Living in Another World
Q. Our daughter is in second grade and she's already starting to notice that other children see movies she's not allowed to see, talk about sex in ways she's been taught are wrong, and use language she knows is inappropriate. How can we help her hold on to her Christian values when many of her peers live so differently?
A. All Christian parents wish they could protect their children from the dangers of our secular culture, but the truth is you can't. So rather than simply pulling children away from the world, I encourage parents to create a "parallel culture" where their children can discover a different way of living in a world that doesn't always honor their beliefs. In doing so, we can help them become agents of redemption who bring their best into a world that desperately needs Jesus. Here are some ways to start:
Create a safe place for questions.
Give your child the freedom to talk about her concerns. Do your best to help her understand why your family chooses to live the way you do. Ask her what she thinks about the language she hears or the topics others are talking about. Use these family conversations to help your daughter begin to develop her own filter for what's appropriate and what isn't.
Make church a family habit.
Expand on what your children experience while they're at church with questions, prayers, and real-life applications. Commit to your Christian community and involve yourselves in the lives of others you meet there.
If your child is feeling left out because her peers are watching movies she's not allowed to see, help her discover the positive movies out there (go to dove.org for suggestions). Encourage her to invite friends over for family movie night. As she gets older and music becomes more of a concern, steer her the huge variety of Christian alternatives. (You'll find great information at www.christianitytoday.com/music.) Or skip media altogether and spend an evening telling stories. Talk about how Grandpa became a Christian, read about one of the heroes of our faith, or tell each other about times when you've felt God at work in your life. One study found that the average child spends just 12 minutes a day in intimate conversation with parents, so just hang out and talk.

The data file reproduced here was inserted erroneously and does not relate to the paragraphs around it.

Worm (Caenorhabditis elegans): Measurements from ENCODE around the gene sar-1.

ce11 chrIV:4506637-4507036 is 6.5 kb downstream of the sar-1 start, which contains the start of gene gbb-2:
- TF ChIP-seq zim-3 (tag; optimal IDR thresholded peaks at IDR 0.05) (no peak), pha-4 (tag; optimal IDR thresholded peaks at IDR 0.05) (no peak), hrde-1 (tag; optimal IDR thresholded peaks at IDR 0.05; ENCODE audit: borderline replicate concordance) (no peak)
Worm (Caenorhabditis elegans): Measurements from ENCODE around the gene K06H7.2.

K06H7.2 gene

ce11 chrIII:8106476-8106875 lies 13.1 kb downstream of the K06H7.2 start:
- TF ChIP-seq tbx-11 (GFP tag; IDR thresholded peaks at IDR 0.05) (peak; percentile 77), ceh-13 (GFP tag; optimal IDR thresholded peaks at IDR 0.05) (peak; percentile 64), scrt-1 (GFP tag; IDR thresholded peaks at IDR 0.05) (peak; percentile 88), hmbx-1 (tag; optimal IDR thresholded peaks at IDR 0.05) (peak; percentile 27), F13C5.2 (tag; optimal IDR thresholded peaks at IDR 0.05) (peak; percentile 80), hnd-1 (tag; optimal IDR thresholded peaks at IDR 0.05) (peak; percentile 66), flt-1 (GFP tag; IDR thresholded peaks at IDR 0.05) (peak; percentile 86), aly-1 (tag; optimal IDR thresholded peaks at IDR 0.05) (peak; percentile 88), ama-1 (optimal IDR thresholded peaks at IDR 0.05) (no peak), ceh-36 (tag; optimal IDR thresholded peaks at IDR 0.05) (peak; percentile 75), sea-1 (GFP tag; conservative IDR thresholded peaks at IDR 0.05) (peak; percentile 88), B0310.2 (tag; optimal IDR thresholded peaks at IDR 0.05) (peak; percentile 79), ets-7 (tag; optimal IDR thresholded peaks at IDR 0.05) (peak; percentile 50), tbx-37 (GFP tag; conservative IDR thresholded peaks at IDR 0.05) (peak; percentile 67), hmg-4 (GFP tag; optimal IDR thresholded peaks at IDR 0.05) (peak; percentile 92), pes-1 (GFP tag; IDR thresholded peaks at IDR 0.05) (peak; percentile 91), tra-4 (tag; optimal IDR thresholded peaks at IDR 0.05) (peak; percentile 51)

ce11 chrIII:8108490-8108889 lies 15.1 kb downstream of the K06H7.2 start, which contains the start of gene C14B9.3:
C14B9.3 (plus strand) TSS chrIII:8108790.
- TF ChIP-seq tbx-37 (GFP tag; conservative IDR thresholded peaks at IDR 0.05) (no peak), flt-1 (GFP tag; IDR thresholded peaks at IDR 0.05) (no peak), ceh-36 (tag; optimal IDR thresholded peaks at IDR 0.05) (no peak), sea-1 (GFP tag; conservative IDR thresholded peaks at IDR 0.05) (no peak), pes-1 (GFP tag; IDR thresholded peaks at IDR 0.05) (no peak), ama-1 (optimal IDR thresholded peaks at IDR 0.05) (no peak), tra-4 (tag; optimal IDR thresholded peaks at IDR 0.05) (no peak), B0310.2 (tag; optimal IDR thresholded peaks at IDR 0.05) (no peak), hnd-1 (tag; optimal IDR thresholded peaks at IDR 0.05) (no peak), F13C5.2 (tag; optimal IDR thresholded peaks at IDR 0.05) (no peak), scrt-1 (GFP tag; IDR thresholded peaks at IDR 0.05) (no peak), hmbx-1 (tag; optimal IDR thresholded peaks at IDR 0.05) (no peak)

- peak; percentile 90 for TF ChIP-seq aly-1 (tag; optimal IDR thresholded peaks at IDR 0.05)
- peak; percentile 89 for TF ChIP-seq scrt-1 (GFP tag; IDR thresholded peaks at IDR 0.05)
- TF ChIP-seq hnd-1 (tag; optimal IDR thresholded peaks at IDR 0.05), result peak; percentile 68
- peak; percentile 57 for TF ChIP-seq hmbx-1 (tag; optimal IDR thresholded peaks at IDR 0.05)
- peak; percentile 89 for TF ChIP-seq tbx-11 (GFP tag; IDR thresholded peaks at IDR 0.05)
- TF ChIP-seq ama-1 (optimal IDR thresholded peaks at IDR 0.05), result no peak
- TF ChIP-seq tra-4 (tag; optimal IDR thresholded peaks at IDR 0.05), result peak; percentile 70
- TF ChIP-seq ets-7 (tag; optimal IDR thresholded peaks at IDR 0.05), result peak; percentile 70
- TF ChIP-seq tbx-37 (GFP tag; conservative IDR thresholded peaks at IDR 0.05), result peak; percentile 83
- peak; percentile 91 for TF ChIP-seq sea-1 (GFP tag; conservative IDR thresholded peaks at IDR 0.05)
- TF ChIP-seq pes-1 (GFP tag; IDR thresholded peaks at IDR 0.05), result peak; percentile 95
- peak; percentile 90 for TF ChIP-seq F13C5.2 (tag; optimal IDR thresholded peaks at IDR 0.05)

Build new traditions.
When my friend Amy was young, her father bought her an expensive pen that would be hers when she grew up. Every Christmas and Thanksgiving he would use the pen to write her a letter telling her why she was special and to share his dreams for her. Now Amy has the pen and is doing the same for her son. This kind of tradition helps a child feel connected to something bigger than the world of peers and popularity.
Model good stewardship.
Show your kids how to share what they havetime, talent, moneywith others. One man I know, Caleb, says he's never forgotten the year he and his family saved enough money to buy a mule for their missionary friend, Ed. Brainstorm ways your family can give of your resources and help your children see that this is part of bringing God's kingdom to life here on earth.
Connect with other families.
Building relationships with other Christians can help your children understand that there are plenty of other people who do share the values they've been raised with. Get together with these friends often to talk about the ways God is working in your lives and to encourage each other as you seek to impact the world for Christ.
Marlene LeFever is the Director of Church Relations at Cook Communication Ministries.
Copyright © 2003 by the author or Christianity Today/Christian Parenting Today magazine.
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Living in Another World
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